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Exploring value prediction with the EVES predictor

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Abstract

In this study we explore the performance limits of value prediction for small value predictors (8KB and 32KB) in the context of a processor assuming a large instruction window (256-entry ROB), a perfect branch predictor, fetching 16 instructions per cycle, an unlimited number of functional units, but a large value misprediction penalty with a complete pipeline flush at commit on a value misprediction This evaluation framework emphasizes two major difficulties that an effective hardware implementation value prediction will face. First the prediction of a value should be used only when the potential performance benefit on a correct prediction outweighs the potential performance loss on a misprediction. Second, value prediction has to be used in the context of an out-of-order execution processor with a large instruction window. In many cases the result of an instruction has to be predicted while one or several occurrences of the same instruction are still progressing speculatively in the pipeline. Many value predictors (FCM predic-tors [7], stride predictors [3]) are using the result(s) of one or more previous occurrence(s) of the instruction to predict the result of the current occurrence. In this case, a prediction cannot be used in the pipeline unless no instruction occurrence is still speculative or all the occurrences present in the pipeline have been predicted with high confidence. Our proposition EVES, for Enhanced VTAGE Enhanced Stride, combines two predictor components which do not use on the result of the last occurrence of the instruction to compute the prediction. We use an enhanced version of the VTAGE predictor [5], E-VTAGE. On VTAGE, the predicted value is the value directly read at prediction time on the predictor tables. Second, we propose a enhanced version of the stride predictor, E-Stride. E-Stride computes the prediction from the last committed occurrence of the instruction and the number of speculative inflight occurrences of the instruction in the pipeline. The prediction flowing out from E-Stride or E-VTAGE is used only when its confidence is high. The major contribution of this study is the algorithm to assign confidence to predictions depending on the expected benefit/loss of a * This work was partially supported by an Intel research grant prediction. For the predictor components, the predictor entry allocation and victim selection is also guided by this expected benefit/loss. The confidence/priority assignment algorithms use probabilistic counters defined by Riley et al. [6]. On the distributed traces, the EVES predictors with respectively 8KB, 32KB and unlimited storage budgets achieve respectively 4.026 IPC, 4.202 IPC and 4.408 IPC (geometric mean), i.e., respectively 25.3 %, 30.8 % and 37.3 % improvement over the 3.211 IPC achieved without value prediction. Most of this benefit is brought by the 48-entry E-Stride predictor with 16.1 % speedup.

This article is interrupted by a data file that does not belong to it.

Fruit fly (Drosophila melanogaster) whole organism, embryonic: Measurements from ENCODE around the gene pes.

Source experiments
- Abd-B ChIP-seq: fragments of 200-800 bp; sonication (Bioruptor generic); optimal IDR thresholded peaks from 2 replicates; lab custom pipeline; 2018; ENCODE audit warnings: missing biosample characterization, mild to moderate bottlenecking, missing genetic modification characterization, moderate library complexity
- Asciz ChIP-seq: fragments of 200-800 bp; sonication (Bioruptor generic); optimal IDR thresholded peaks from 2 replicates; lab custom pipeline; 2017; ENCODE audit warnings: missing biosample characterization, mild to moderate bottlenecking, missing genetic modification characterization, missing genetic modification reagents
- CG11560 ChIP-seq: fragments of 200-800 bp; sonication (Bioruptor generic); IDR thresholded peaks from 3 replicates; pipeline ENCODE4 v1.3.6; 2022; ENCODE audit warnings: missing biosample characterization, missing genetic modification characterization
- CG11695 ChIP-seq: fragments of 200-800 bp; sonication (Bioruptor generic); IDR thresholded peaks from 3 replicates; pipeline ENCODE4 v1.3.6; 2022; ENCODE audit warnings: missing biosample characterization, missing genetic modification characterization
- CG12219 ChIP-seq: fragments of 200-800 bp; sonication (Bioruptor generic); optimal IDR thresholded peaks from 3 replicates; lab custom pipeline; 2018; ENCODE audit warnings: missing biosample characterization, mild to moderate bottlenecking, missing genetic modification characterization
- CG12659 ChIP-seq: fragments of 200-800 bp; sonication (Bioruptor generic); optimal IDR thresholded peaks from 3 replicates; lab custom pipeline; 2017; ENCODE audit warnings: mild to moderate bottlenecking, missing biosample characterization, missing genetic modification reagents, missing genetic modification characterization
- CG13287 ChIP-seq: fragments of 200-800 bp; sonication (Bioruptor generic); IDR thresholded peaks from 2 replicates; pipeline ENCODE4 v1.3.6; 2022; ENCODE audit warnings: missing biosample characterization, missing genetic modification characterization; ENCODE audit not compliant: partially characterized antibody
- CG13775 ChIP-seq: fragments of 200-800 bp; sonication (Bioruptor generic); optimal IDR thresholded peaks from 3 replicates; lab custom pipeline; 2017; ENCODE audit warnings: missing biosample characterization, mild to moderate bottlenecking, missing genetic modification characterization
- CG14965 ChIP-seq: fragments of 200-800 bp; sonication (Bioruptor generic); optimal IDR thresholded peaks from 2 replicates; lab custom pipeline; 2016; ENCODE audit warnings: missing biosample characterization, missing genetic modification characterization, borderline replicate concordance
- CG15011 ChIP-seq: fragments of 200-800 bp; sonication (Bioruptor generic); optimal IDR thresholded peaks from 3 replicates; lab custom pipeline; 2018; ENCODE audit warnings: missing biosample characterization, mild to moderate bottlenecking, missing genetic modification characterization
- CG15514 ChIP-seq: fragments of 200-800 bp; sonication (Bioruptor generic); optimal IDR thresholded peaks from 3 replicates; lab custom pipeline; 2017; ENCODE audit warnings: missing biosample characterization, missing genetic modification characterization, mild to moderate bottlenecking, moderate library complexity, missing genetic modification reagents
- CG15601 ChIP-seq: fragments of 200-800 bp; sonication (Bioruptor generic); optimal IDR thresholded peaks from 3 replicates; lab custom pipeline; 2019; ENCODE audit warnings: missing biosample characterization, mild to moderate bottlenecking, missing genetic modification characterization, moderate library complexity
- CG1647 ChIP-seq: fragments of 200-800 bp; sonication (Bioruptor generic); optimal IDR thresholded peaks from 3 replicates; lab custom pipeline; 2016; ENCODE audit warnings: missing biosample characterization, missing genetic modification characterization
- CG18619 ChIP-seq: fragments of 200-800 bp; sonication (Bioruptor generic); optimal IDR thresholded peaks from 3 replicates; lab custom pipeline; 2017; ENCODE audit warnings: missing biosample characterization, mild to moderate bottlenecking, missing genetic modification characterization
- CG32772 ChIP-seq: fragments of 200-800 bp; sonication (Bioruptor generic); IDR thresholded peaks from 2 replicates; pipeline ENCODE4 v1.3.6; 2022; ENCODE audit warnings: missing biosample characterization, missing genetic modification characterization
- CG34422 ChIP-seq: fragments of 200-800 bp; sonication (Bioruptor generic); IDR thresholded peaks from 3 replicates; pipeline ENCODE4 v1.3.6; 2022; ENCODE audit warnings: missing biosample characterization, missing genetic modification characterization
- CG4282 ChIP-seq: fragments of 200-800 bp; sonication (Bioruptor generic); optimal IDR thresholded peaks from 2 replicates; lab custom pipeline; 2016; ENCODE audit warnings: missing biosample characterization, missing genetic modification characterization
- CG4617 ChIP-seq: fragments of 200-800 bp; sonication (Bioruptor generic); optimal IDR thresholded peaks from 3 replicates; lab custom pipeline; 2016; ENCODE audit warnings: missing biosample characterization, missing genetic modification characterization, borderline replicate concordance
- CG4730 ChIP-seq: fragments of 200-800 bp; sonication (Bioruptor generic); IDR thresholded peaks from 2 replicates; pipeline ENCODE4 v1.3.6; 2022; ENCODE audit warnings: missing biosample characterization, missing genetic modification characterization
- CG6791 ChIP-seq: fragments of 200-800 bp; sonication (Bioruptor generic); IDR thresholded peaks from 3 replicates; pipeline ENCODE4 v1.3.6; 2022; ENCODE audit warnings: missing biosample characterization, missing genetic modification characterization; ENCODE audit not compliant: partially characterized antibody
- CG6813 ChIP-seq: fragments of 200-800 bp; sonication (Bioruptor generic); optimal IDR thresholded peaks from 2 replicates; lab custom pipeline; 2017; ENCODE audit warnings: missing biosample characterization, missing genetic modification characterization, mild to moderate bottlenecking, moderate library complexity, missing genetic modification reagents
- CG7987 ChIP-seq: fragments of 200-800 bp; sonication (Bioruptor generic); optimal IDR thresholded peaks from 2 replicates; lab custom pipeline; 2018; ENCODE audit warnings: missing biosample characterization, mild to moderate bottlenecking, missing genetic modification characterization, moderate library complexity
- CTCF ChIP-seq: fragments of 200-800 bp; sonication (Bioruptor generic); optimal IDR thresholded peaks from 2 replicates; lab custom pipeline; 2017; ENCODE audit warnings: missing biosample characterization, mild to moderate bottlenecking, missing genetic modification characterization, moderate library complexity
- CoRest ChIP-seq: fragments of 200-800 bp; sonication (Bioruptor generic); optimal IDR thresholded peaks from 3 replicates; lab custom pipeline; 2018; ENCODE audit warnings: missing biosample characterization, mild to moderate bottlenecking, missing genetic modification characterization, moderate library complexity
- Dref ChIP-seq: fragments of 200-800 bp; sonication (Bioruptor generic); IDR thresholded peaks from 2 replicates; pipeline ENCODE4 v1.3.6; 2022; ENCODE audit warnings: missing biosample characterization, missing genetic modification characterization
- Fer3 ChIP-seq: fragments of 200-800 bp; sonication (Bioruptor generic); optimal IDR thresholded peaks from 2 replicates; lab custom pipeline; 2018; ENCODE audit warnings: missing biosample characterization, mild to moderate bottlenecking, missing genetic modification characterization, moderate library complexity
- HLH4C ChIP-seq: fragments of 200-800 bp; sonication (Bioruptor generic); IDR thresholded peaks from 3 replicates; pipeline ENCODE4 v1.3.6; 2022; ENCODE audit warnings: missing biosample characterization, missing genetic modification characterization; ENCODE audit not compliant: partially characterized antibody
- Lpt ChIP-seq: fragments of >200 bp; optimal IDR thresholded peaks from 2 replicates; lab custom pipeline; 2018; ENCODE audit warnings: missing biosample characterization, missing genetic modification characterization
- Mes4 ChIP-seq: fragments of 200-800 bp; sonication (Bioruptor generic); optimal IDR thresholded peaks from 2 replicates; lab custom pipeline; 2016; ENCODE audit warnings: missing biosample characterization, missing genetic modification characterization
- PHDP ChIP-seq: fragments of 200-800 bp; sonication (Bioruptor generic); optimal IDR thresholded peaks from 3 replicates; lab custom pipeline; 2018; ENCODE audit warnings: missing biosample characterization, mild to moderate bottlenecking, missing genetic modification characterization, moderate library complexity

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Dates and versions

hal-01888864 , version 1 (05-10-2018)

Identifiers

  • HAL Id : hal-01888864 , version 1

Cite

André Seznec. Exploring value prediction with the EVES predictor. CVP-1 2018 - 1st Championship Value Prediction, Jun 2018, Los Angeles, United States. pp.1-6. ⟨hal-01888864⟩
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